After a printer applies toner to paper the fuser assembly rolls over the paper and applies heat to fuse the toner to the paper. Occasionally, the toner can stick to the fuser assembly and will be applied to the next sheet of paper passed through the printer.
Laser printing is an electrostatic digital printing process. It produces high-quality text and graphics (and moderate-quality photographs) by repeatedly passing a laser beam back and forth over a negatively-charged cylinder called a "drum" to define a differentially-charged image. The drum then selectively collects electrically-charged powdered ink (toner), and transfers the image to paper, which is then heated to permanently fuse the text, imagery, or both, to the paper. As with digital photocopiers, laser printers employ a xerographic printing process. Laser printing differs from traditional xerography as implemented in analog photocopiers in that in the latter, the image is formed by reflecting light off an existing document onto the exposed drum.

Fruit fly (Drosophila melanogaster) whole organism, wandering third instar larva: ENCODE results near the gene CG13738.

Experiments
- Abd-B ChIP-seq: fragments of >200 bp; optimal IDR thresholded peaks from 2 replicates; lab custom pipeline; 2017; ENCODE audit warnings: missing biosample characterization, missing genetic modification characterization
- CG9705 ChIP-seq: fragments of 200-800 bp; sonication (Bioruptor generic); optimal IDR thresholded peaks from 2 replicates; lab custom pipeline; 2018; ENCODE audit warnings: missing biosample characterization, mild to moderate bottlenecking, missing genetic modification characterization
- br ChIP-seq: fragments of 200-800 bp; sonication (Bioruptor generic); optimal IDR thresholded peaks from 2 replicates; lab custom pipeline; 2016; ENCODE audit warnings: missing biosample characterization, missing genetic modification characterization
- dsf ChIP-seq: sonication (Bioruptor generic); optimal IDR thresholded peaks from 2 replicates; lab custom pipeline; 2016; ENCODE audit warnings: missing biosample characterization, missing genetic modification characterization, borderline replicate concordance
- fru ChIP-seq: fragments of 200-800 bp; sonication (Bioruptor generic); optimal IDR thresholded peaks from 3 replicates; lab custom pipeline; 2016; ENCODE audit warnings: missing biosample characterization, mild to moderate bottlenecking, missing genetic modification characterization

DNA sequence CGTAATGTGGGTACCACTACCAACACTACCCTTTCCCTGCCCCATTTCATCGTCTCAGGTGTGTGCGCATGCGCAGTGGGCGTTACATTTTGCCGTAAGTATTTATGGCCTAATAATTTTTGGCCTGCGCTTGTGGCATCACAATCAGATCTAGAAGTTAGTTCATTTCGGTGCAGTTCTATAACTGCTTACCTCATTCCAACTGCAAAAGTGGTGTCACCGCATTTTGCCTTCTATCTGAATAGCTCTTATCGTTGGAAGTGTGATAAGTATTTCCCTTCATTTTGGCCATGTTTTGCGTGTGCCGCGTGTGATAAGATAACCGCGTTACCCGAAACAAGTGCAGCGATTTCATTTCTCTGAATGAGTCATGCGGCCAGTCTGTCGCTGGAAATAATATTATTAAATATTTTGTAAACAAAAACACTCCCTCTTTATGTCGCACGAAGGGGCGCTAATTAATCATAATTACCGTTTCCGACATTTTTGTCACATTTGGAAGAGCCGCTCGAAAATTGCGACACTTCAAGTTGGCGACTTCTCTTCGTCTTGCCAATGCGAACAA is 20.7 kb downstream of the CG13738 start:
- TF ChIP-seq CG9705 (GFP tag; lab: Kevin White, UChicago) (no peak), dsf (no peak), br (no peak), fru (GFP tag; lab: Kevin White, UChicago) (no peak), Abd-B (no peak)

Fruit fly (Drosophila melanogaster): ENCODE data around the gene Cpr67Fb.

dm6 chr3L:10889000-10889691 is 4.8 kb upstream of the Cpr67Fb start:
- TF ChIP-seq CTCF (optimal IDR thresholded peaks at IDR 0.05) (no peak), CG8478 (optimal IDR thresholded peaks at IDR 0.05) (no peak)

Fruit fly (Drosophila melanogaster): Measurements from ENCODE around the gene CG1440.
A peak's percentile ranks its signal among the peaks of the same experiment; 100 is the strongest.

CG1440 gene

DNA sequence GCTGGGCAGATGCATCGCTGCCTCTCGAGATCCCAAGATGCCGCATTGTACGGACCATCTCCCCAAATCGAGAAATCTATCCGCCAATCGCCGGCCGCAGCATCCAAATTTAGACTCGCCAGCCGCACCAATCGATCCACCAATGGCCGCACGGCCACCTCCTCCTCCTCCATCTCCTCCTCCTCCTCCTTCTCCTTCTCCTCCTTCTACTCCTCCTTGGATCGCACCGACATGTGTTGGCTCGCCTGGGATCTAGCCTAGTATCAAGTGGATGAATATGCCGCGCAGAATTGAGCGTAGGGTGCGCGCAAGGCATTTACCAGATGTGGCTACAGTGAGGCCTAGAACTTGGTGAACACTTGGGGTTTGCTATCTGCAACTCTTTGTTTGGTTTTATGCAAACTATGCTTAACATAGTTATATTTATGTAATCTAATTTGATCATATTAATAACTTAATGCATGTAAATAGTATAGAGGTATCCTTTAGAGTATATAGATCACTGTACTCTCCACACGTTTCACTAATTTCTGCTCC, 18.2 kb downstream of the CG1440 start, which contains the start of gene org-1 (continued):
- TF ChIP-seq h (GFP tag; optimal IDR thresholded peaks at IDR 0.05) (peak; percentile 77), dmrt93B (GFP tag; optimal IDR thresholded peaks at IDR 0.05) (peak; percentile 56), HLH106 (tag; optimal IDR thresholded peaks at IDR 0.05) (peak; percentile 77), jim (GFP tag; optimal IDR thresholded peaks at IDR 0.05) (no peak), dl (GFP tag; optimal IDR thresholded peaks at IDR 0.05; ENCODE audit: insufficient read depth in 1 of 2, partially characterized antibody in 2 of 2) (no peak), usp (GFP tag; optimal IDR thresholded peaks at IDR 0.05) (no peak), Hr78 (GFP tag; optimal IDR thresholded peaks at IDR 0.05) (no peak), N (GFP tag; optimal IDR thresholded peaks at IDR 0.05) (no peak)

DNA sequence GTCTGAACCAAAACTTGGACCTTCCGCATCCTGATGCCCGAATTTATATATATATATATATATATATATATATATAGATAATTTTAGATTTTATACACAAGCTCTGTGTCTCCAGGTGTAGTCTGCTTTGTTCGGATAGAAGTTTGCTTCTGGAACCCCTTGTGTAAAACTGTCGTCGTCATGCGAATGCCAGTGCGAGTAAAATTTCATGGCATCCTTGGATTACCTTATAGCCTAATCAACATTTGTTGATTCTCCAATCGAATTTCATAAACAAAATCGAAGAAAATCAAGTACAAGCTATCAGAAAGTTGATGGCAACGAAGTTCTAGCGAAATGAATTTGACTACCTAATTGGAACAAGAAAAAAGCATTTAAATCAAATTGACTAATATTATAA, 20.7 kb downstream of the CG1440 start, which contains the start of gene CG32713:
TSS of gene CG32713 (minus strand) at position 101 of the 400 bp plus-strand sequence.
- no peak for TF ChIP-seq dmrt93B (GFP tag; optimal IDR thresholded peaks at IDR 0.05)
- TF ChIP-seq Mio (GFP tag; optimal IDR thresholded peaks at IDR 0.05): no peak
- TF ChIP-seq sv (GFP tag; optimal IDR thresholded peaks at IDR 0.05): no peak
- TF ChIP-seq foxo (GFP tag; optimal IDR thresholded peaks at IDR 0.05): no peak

Invented at Xerox PARC in the 1970s, laser printers were introduced for the office and then home markets in subsequent years by IBM, Canon, Xerox, Apple, Hewlett-Packard and many others. Over the decades, quality and speed have increased as prices have decreased, and the once cutting-edge printing devices are now ubiquitous.